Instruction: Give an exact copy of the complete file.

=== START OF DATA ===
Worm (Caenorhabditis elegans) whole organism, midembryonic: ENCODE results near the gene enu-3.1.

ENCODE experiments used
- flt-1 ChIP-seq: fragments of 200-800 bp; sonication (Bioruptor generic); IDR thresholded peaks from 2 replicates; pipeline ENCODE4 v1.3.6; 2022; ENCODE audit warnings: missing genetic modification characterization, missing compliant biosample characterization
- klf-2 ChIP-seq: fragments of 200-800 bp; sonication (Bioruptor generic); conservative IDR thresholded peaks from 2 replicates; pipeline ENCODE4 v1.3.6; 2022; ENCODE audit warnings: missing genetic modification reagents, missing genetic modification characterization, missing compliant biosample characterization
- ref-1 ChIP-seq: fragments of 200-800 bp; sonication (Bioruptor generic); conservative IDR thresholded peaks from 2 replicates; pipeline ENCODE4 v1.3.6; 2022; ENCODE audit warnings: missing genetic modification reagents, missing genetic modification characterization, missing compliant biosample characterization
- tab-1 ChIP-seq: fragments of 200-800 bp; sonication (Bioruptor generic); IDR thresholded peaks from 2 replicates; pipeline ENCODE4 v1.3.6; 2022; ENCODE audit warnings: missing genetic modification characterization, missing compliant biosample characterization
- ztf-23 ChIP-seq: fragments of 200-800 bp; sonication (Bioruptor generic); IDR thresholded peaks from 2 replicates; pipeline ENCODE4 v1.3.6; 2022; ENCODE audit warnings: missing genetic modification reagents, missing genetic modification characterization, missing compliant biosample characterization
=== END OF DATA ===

Worm (Caenorhabditis elegans) whole organism, midembryonic: ENCODE results near the gene enu-3.1.

ENCODE experiments used
- flt-1 ChIP-seq: fragments of 200-800 bp; sonication (Bioruptor generic); IDR thresholded peaks from 2 replicates; pipeline ENCODE4 v1.3.6; 2022; ENCODE audit warnings: missing genetic modification characterization, missing compliant biosample characterization
- klf-2 ChIP-seq: fragments of 200-800 bp; sonication (Bioruptor generic); conservative IDR thresholded peaks from 2 replicates; pipeline ENCODE4 v1.3.6; 2022; ENCODE audit warnings: missing genetic modification reagents, missing genetic modification characterization, missing compliant biosample characterization
- ref-1 ChIP-seq: fragments of 200-800 bp; sonication (Bioruptor generic); conservative IDR thresholded peaks from 2 replicates; pipeline ENCODE4 v1.3.6; 2022; ENCODE audit warnings: missing genetic modification reagents, missing genetic modification characterization, missing compliant biosample characterization
- tab-1 ChIP-seq: fragments of 200-800 bp; sonication (Bioruptor generic); IDR thresholded peaks from 2 replicates; pipeline ENCODE4 v1.3.6; 2022; ENCODE audit warnings: missing genetic modification characterization, missing compliant biosample characterization
- ztf-23 ChIP-seq: fragments of 200-800 bp; sonication (Bioruptor generic); IDR thresholded peaks from 2 replicates; pipeline ENCODE4 v1.3.6; 2022; ENCODE audit warnings: missing genetic modification reagents, missing genetic modification characterization, missing compliant biosample characterization